Labor Unionists, the Church and Their Symbiosis

Workers Shouldn’t Ignore Christian Identity, Says Professor

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ROME, JAN. 29, 2003 ( What role do believers play in labor unions? And what can the Church’s social doctrine contribute to trade unionism?

These topics were the focus of a work seminar Tuesday on «Trade Unionists Who Are Believers,» organized by the Italian bishops’ National Office for Social Problems and Work.

Mario Toso, professor of social philosophy, said, «Trade unionists can have expectations of the Church, and the latter can respond better to their needs if a virtuous circle is established between labor unions and the Church.»

«The Gospel is a renewing and transforming force that makes a new culture grow and calls for innovative answers,» Toso added.

He encouraged Christian trade unionists not to renounce their human-Christian identity, because with it they can bring to labor unions «a torrent of energy necessary to reinforce the ethical goodness of social action.»

Toso, professor at the Salesian University and the Lateran University, contended that «if committed lay faithful in labor unions do not help the Church, the latter will have an outdated idea of a labor union.»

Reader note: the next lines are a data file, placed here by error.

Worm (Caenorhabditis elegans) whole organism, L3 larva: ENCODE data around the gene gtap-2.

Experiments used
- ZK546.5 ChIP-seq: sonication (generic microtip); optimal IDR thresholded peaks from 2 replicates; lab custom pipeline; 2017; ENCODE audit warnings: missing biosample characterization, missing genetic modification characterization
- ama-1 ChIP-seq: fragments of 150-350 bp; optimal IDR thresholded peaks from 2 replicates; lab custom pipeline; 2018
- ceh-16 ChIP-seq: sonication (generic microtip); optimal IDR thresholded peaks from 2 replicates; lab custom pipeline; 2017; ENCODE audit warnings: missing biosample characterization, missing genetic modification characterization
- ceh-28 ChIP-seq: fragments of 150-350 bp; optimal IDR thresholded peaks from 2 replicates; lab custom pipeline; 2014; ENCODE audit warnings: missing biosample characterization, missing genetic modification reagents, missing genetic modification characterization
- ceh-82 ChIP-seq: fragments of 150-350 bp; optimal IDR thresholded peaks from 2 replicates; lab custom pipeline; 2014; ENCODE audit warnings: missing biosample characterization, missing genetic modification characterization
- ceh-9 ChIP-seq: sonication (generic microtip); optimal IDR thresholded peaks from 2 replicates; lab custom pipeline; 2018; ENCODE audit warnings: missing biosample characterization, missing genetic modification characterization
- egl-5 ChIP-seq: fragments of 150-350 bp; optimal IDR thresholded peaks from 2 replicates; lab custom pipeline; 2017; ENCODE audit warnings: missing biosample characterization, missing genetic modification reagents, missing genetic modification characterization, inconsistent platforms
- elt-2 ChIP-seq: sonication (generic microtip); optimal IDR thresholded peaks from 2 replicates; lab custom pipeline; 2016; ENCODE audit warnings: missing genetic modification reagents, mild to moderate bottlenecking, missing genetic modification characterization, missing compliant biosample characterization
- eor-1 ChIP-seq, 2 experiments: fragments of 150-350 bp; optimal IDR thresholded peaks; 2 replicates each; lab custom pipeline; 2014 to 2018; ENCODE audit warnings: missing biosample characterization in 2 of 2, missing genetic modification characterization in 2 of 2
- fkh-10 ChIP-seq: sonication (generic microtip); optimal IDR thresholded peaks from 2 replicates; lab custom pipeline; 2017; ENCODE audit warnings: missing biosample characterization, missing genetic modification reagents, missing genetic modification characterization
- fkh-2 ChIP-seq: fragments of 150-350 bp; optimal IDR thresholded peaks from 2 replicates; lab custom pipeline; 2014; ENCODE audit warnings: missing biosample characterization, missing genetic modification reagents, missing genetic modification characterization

What is important, Toso told ZENIT, is that the «Church and unions enlighten one another mutually, and that both learn to give and to receive.»

The social doctrine of the Church makes an ethical-cultural contribution to labor unions, especially by inviting them to discover the roots of universal and common values, particularly of the good, and also by «opting for the poorest, investing and trusting in their human and cultural potential,» Toso added.

«The believer and the Christian trade unionist, engaged in formative and apostolic activities, are called to participate in the maturing of the Church,» he emphasized.

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